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How to Use Travel Information Maps Properly - Valley News Live - KVLY/KXJB - Fargo/Grand Forks

How to Use Travel Information Maps Properly

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When the weather gets rough, like it did in some parts of the valley this weekend, where do you turn to get accurate information on road conditions?

And if you do look for it, are you able to figure out what it's telling you?

Valley News Team's Hope Hanselman has what you need to know when reading Minnesota's 511 website.

"This weekend in particular was a very busy weekend, not necessarily what we call a winter storm, but what we refer to as 'blow ice,'" Sergeant Jesse Grabow, with the Minnesota State Patrol, said.

Patrollers say this weekend was one of the most serious they've dealt with this year, responding to about 60 crashes in West Central Minnesota, forty of those were rollovers.

"When two-thirds of your crashes were rollovers that just sends the message people are not getting the message," Grabow said.

The Minnesota Department of Transportation is working to clear up that message of caution.

"Even if the roads aren't closed or not evaluated as hazardous, it doesn't mean that it's completely safe to be out on the roads," TJ Melcher, Public Affairs Coordinator with the Minnesota Department of Transportation, said.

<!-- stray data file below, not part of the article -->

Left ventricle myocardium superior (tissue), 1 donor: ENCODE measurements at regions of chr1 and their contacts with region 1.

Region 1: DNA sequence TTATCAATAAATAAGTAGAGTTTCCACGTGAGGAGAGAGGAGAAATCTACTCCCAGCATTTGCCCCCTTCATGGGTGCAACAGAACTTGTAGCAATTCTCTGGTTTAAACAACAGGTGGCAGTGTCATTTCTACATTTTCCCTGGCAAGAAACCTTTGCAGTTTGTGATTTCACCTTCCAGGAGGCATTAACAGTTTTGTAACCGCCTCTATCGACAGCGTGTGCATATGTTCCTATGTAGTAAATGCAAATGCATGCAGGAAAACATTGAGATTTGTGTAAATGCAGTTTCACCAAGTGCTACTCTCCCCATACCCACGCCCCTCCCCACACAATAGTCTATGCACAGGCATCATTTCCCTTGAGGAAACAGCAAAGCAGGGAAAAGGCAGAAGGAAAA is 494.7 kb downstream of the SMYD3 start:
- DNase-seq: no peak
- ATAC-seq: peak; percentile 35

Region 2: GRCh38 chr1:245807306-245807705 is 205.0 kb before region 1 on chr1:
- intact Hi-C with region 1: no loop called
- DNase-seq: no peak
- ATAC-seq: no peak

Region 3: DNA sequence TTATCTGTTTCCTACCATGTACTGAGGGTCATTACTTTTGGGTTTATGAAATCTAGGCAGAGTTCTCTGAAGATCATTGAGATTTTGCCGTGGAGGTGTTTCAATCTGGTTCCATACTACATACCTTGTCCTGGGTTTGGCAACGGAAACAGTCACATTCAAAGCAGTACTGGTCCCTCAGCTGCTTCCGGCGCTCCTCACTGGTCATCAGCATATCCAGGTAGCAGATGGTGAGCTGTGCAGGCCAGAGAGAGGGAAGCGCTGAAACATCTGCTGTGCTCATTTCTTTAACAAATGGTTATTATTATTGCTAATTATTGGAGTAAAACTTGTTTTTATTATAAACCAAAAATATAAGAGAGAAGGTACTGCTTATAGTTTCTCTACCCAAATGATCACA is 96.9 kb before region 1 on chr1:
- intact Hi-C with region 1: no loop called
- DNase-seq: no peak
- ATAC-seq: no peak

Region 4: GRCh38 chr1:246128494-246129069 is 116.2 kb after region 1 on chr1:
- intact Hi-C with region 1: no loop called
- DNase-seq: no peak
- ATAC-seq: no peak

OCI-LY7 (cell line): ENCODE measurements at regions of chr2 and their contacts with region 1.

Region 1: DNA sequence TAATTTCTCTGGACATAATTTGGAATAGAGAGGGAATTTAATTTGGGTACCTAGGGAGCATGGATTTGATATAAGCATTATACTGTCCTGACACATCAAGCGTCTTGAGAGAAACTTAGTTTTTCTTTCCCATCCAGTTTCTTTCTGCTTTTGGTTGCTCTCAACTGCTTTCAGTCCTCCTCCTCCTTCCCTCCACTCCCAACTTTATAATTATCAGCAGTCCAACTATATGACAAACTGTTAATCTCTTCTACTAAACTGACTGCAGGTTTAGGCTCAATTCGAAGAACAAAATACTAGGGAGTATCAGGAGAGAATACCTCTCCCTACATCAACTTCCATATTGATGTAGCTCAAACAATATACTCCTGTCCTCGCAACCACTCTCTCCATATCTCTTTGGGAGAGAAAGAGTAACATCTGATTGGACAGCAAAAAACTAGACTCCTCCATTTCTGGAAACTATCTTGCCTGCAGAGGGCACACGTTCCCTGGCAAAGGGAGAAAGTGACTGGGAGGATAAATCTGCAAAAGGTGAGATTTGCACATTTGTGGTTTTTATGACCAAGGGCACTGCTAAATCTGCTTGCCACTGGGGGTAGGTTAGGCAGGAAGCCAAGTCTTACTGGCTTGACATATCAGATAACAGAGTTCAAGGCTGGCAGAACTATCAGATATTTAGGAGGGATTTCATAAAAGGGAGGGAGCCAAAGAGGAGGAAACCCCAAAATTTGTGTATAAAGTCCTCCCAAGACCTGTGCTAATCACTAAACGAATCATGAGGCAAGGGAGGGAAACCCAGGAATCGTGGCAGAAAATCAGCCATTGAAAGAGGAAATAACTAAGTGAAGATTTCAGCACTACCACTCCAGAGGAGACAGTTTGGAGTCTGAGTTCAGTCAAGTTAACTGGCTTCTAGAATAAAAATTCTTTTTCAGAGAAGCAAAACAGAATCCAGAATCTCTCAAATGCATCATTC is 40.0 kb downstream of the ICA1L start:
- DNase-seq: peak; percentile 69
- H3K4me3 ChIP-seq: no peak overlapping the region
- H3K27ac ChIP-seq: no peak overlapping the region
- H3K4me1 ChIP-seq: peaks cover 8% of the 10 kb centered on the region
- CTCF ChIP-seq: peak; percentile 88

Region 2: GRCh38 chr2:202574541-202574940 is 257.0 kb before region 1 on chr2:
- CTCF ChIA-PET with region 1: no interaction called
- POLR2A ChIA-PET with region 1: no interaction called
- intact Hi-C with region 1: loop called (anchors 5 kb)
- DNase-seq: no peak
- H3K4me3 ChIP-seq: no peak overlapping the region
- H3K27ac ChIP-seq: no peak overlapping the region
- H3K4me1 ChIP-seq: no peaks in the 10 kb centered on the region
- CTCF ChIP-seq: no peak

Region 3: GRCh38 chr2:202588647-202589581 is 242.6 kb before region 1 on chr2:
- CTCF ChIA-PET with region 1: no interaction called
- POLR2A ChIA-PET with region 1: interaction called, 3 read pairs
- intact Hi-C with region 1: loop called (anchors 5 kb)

Melcher says the 511 road maps break down driving conditions into categories: good, fair, difficult and hazardous.

"Good is just regular pavement and no safety hazard," Melcher said. "When it drops down to fair it's the basic result of any winter weather conditions- that can be rain, sleet, snow."

He says it's important to remember, even a ranking of "good" or "fair" can be dangerous when driving too fast- which was the case this weekend.

"I think MinnDot's 511 website is a good resource, but it's not something- or any technology for that matter- you should rely on," Grabow said.

So, the best technology to assess road conditions is often sitting on your shoulders.

"It doesn't matter how much technology we have," he said. "Drivers need to take the good common sense approach."

More information on road conditions can be found by following the Department of Transportation's twitter accounts or the hashtag: #MNstorm.

North Dakota also has 511 maps to display road conditions.

But, North Dakota's map points out specific conditions, such as where roads are icy or winds are high. That's why it's often considered more user-friendly.

We have links to both travel information maps under the Weather button.

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